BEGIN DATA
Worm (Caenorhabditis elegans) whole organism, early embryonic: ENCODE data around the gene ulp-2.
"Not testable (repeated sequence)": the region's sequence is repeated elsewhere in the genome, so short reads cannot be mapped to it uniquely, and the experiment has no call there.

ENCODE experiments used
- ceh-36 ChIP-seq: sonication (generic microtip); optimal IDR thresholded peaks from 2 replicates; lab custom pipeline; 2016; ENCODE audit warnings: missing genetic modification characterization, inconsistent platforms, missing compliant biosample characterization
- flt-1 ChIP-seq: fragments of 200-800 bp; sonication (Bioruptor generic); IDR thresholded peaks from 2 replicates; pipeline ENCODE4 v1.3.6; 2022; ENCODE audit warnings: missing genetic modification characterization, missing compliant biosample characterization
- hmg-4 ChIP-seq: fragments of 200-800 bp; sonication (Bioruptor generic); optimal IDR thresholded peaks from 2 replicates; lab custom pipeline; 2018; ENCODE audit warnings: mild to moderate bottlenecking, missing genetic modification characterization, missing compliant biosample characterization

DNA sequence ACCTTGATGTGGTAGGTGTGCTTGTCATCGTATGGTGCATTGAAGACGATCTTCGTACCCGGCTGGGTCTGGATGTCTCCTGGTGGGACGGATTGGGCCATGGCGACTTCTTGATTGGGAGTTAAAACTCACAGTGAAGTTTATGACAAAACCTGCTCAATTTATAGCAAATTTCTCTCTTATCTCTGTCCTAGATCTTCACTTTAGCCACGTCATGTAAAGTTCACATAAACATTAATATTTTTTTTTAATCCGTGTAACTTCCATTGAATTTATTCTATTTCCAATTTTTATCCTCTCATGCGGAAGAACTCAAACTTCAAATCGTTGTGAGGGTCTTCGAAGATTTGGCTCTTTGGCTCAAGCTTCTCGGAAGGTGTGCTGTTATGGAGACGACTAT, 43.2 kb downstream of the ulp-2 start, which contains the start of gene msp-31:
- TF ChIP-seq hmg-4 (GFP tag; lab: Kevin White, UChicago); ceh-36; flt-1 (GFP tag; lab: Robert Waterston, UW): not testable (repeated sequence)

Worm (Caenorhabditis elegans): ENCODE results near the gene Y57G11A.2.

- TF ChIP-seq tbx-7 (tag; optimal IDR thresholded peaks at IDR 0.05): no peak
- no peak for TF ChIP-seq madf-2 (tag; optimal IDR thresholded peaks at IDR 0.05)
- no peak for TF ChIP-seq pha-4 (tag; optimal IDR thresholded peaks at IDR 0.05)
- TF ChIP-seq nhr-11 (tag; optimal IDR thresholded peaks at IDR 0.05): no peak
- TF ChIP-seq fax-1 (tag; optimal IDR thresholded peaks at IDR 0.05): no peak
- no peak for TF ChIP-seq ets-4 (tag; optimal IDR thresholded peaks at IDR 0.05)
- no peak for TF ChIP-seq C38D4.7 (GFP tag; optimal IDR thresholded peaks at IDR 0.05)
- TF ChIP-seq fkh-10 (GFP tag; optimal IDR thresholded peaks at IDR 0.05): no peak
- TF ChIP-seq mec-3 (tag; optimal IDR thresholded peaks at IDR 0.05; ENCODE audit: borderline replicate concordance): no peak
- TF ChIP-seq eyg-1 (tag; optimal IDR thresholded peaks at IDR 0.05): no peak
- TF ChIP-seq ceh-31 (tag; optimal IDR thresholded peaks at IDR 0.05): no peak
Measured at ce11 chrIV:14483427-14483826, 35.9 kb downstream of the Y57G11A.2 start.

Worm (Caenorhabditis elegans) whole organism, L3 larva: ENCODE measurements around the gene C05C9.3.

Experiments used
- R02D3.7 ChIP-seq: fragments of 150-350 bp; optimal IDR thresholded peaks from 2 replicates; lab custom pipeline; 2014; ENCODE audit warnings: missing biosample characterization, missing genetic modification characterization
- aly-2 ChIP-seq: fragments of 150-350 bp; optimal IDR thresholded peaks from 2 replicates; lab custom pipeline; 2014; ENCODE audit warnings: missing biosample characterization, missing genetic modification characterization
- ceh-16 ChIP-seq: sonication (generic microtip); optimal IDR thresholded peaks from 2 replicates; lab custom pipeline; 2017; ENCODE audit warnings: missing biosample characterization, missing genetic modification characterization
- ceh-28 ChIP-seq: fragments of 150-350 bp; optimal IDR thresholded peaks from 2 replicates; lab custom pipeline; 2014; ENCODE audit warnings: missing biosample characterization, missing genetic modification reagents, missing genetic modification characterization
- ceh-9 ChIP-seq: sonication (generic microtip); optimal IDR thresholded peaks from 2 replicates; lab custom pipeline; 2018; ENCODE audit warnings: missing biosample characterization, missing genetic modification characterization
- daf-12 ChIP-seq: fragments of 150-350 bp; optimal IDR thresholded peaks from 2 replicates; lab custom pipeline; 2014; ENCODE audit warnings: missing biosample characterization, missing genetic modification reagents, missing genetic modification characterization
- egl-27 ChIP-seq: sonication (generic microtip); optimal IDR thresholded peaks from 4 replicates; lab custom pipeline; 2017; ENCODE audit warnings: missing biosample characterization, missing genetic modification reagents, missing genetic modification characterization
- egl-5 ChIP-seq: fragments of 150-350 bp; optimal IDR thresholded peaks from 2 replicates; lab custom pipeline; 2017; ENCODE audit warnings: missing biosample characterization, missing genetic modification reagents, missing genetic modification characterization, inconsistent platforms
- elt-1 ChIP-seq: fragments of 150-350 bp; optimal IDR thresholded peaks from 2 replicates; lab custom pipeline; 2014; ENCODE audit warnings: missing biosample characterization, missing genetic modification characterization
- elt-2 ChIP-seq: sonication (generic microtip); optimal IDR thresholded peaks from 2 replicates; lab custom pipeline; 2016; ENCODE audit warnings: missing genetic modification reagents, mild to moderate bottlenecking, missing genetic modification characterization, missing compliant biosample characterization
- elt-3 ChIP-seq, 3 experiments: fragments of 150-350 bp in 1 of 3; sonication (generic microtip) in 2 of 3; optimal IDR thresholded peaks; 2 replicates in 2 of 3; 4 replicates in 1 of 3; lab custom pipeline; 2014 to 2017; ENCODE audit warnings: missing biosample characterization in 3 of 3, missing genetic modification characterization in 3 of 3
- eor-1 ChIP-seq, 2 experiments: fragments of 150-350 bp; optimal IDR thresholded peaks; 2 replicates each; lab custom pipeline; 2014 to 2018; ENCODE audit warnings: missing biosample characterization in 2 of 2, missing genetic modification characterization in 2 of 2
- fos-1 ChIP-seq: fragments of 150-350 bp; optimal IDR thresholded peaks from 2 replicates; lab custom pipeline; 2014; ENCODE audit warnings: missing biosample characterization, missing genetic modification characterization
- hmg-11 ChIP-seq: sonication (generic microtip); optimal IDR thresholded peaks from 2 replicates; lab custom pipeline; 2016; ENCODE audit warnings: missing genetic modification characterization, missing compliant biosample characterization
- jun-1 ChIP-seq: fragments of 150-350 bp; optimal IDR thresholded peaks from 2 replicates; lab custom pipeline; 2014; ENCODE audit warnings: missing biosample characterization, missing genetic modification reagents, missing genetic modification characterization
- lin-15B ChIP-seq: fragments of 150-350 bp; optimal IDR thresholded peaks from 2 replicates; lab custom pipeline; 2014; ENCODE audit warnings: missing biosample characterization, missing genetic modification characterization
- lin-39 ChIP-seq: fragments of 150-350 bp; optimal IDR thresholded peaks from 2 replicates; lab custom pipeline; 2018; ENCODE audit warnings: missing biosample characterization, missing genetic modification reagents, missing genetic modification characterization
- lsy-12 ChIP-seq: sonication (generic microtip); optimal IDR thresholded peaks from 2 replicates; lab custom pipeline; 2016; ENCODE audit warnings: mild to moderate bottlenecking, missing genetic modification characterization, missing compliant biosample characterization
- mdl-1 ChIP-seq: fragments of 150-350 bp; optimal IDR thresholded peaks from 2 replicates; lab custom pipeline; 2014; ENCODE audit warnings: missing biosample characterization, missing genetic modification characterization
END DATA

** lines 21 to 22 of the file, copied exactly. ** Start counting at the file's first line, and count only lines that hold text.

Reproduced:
Measured at ce11 chrIV:14483427-14483826, 35.9 kb downstream of the Y57G11A.2 start.

Worm (Caenorhabditis elegans) whole organism, L3 larva: ENCODE measurements around the gene C05C9.3.